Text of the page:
- Name : Rhaiskouporis II. ()
- Nomisma-ID: rhaescuporis_ii_sapaean_thrace
- Name : Rhoimetalkes I. (12 v. Chr. - 12 n. Chr.)
- Nomisma-ID: rhoemetalces_i_sapaean_thrace
- Name : Rhoimetalkes II. (19-36 n. Chr.)
- Nomisma-ID: rhoemetalces_ii_sapaean_thrace
- Name : Rhoimetalkes III. (37-45 n. Chr.)
- Nomisma-ID: rhoemetalces_iii_sapaean_thrace
The Coin Typology of the Roman Client Kings
Topography and History
In the year 13 BC, Thrace became a Roman client state, which was ruled as a formally independent kingdom by Rhoemetalces I.1 Rhoemetalces I’s loyalty to Rome is also evident in his coinage, as he had his own portrait and the portrait of Augustus and the double portraits of Augustus and Livia minted on his coins. Rhoemetalces II and Rhoemetalces III proceeded likewise and included portraits of Tiberius and Caligula, respectively, on their coins. The coinage of the Thracian dynasties ended in AD 45 with the establishment of the Roman province of Thracia under Claudius.
Peykov 2011, 107. ↑
State of Research
Coin Production und Metrology
The Roman client kings––Rhoemetalces I, Rhoemetalces II, and Rhoemetalces III––minted almost exclusively in bronze. Only Rhoemetalces I emitted some drachmas and didrachms, which, according to our understanding, are to be assigned to the urban coinage of Byzantium. As far as bronze coins are concerned, however, the coins of the client kings Rhoemetalces I and Rhoemetalces III can each be distinguished into three nominal levels; however, under Rhoimetalkes II only a single nominal was minted.
The Coin Types of Rhoemetalces I
The large nominal shows a staggered double portrait of Rhoemetalces I and his wife, Pythodoris, on the obverse and either the portrait of Augustus or a double portrait of Augustus and Livia on the reverse.4 On the obverse sides of the middle nominal level, the portrait of Rhoemetalces is depicted, while on the reverse sides the portrait of Augustus (possibly with different mintmarks) can be found.5 A clear distinction must be made between the coins of the small denomination, on the front of which a sella curulis is depicted and on the reverse of which either only the fasces or the fasces next to the Capricorn of Augustus are depicted.6 In addition to the extensive bronze coinage, Rhoemetalces I also emitted some drachmas with his portrait on the obverse and a portrait of Augustus on the reverse.7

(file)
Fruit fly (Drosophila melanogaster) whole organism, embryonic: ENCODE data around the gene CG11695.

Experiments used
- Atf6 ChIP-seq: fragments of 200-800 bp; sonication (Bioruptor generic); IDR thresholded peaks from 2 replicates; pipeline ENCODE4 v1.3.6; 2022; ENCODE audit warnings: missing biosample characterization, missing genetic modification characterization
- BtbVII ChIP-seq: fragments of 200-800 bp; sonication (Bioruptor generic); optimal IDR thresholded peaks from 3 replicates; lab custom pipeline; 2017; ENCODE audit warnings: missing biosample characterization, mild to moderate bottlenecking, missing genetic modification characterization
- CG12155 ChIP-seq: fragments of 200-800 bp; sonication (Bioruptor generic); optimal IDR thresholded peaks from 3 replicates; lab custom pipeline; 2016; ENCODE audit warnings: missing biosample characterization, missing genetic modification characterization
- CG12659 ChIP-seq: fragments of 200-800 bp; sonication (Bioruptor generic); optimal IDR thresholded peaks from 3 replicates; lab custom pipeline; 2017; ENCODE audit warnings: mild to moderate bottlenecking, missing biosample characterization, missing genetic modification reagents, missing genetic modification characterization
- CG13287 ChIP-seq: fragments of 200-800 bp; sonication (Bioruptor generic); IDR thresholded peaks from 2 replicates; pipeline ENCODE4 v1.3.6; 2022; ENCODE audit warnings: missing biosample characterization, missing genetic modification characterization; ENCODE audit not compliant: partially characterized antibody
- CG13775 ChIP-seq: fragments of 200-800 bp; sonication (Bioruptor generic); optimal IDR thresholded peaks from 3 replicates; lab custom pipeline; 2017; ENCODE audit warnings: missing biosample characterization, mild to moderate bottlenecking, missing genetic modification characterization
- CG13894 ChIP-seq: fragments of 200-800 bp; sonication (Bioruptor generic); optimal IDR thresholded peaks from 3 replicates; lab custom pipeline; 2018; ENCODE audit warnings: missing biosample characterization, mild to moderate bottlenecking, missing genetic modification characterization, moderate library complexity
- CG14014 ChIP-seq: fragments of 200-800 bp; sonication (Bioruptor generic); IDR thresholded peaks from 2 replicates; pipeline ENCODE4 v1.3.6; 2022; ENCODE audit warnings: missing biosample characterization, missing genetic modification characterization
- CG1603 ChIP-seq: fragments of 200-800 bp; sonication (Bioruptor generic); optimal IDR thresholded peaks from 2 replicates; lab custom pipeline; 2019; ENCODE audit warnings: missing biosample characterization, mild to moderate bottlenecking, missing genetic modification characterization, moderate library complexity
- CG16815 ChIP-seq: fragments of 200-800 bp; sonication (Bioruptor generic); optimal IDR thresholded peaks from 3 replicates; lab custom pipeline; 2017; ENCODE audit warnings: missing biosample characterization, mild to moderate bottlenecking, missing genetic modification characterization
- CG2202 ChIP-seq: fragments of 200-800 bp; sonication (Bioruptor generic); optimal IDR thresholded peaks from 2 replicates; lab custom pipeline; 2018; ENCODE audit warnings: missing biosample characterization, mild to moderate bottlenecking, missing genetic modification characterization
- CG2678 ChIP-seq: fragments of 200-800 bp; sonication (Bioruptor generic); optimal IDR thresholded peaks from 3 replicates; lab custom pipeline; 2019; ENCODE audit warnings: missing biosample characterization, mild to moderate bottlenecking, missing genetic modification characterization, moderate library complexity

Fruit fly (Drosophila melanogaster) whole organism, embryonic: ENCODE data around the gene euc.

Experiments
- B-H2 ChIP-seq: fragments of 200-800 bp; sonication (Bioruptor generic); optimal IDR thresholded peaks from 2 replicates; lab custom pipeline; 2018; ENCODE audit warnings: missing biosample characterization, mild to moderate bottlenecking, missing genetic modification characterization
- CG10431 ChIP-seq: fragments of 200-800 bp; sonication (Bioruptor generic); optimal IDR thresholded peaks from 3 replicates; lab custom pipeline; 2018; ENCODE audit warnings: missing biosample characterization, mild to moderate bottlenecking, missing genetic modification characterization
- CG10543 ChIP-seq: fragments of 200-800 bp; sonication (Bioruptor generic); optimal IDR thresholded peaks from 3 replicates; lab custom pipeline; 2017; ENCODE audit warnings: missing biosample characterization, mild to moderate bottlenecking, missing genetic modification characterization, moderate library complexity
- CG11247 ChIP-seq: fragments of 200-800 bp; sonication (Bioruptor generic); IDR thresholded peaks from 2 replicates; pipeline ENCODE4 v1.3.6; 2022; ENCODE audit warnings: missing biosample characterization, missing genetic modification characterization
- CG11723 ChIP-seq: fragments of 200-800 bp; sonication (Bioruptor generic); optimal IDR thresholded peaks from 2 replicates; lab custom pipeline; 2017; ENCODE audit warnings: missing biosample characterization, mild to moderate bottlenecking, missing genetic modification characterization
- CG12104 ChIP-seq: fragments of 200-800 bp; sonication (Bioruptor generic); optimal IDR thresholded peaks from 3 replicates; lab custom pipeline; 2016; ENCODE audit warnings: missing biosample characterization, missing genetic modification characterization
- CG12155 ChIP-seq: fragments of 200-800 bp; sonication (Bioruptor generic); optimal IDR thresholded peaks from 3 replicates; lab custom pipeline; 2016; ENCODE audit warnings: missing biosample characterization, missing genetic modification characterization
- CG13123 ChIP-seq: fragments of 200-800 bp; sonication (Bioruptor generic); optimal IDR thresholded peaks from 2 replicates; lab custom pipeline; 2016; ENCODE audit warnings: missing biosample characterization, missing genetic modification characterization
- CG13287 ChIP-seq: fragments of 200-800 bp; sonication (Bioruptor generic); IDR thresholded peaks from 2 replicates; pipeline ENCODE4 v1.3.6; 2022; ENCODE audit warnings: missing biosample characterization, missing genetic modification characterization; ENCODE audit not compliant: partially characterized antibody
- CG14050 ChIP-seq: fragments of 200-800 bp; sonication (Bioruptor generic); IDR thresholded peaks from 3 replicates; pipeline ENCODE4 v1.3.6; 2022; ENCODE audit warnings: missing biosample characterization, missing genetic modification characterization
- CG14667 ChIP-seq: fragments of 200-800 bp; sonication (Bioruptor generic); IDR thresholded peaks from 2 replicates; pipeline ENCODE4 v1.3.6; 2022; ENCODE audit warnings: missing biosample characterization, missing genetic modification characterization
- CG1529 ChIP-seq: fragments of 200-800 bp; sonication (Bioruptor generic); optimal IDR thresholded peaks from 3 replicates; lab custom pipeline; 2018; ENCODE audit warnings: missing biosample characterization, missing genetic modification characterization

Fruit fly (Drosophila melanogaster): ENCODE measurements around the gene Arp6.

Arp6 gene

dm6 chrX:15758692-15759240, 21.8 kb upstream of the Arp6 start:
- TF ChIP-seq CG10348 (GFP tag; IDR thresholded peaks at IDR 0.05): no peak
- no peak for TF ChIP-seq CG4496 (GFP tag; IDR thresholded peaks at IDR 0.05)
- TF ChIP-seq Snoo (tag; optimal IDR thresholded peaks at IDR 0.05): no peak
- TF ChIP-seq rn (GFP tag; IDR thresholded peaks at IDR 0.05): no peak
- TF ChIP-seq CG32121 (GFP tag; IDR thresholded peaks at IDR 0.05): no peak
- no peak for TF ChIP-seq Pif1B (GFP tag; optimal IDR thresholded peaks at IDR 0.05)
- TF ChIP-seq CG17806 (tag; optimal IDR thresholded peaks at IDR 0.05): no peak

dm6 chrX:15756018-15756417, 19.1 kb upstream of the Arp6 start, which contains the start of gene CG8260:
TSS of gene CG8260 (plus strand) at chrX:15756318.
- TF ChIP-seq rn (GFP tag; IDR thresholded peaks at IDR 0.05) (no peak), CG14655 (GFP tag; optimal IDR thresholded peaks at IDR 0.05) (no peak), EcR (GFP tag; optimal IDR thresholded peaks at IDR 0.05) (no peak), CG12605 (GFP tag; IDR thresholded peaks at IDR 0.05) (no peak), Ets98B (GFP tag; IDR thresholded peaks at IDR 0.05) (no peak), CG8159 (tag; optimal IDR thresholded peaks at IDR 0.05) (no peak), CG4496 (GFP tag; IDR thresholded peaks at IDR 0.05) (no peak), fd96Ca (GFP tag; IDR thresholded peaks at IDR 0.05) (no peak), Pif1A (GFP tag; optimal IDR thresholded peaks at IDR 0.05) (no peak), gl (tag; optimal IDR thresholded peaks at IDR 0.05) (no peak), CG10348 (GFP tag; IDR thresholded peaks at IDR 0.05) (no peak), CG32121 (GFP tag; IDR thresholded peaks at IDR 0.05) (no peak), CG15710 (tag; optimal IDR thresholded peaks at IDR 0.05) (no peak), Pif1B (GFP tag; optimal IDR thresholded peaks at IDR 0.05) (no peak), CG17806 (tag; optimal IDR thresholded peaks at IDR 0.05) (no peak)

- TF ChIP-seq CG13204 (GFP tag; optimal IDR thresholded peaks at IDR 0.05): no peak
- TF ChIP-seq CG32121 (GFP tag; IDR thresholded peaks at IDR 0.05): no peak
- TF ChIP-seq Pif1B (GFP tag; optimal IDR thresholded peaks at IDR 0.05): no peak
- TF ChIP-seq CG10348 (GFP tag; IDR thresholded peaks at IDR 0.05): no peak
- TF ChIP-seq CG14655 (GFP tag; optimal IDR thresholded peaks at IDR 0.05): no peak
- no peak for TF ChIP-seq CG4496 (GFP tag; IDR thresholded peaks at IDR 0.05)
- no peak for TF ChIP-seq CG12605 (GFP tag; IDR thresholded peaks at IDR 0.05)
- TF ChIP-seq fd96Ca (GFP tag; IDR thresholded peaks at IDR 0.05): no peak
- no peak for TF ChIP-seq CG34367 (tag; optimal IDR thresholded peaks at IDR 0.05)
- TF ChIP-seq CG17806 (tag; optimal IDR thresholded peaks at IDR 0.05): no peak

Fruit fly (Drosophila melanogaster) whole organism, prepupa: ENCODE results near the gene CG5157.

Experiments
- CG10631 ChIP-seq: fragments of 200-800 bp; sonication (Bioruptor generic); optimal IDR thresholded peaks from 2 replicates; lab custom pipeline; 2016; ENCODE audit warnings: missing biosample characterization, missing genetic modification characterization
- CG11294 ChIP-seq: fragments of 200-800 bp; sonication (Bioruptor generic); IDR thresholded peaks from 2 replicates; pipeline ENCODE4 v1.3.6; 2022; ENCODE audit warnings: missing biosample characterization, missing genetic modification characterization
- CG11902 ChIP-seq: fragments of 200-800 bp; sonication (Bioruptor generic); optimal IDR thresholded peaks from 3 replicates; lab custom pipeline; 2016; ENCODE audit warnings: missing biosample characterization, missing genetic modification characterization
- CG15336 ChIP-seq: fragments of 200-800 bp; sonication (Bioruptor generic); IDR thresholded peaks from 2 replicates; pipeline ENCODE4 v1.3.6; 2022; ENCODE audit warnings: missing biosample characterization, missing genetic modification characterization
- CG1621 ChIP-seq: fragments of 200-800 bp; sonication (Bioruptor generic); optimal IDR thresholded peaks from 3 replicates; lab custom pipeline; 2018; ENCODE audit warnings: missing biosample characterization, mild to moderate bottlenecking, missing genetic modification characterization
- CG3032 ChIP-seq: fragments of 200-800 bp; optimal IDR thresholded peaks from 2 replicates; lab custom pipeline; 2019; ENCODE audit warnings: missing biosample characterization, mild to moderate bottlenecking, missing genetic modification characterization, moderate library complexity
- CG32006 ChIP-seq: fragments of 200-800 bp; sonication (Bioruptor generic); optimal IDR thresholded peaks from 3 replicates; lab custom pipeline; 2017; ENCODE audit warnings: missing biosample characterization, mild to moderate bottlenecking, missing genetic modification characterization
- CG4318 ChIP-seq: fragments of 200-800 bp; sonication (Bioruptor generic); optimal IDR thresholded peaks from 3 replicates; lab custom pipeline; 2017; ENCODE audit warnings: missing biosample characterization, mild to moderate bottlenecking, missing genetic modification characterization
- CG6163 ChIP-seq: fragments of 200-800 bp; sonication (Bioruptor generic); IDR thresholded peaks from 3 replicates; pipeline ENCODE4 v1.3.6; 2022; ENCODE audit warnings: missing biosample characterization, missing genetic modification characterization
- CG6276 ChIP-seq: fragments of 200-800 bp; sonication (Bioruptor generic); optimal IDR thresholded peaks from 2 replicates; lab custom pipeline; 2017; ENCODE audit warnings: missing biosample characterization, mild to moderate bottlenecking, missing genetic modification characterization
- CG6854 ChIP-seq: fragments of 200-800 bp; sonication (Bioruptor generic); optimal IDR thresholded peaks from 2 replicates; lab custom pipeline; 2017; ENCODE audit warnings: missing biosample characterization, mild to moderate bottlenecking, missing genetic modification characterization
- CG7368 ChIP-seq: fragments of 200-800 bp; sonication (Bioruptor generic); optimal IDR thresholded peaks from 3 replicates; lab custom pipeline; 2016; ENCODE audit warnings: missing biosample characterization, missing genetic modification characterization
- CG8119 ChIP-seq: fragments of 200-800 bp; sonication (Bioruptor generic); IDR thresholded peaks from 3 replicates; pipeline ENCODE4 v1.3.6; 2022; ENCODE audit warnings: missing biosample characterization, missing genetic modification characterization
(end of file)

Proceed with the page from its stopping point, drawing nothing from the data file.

The Coin Types of Cotys V und Rhaiskouporis II
Cotys V and Rhaiskouporis II, respectively the son and brother of Rhoemetalces I, ruled jointly after Rhoemetalces I’s death and issued a few coins together.8 The only known coin type of the Cotys V and Rhaiskouporis II shows a double portrait of the two rulers staggered one behind the other on the obverse and a rider on the reverse.9
The Coin Types of Rhoemetalces II
In a clear analogy to the coins of Rhoemetalces I, Rhoemetalces II also minted a double portrait of himself and his wife on the obverse of the coins and the head of Tiberius on the reverse, staggered one behind the other.10
The Coin Types of Rhoemetalces III
The last Thracian king, Rhoemetalces III, issued bronze coins with his own portrait on the obverse and the portrait of Caligula on the reverse.11 The coins associated with the small nominal also show a Caligula head on the obverse and either a Nike12 or an eagle with a laurel wreath in its beak13 on the reverse. The coin types of the large nominal are particularly expressive, the obverse of which again depicts a portrait of Caligula and the reverse of which depicts the institution of Rhoemetalces III by the Roman emperor in a scenic representation.14
Our type catalogue represents the state of research from August 2019 and does not take into consideration any coin types that have become known later. Further information, especially about new types, is always welcome.
- Jurukova 1976 = J. Jurukova, Coins of the Ancient Thraciens, BAR Supp. Series 4 (Oxford 1976).
- Peykov 2011 = A. Peykov, Catalogue of the Coins from Thrace. Part I: Tribal and Rulers' Coinages of Thracians, Paeonians, Celts and Scythians 5th c. B.C.–1st c. A.D (Centrex 2011).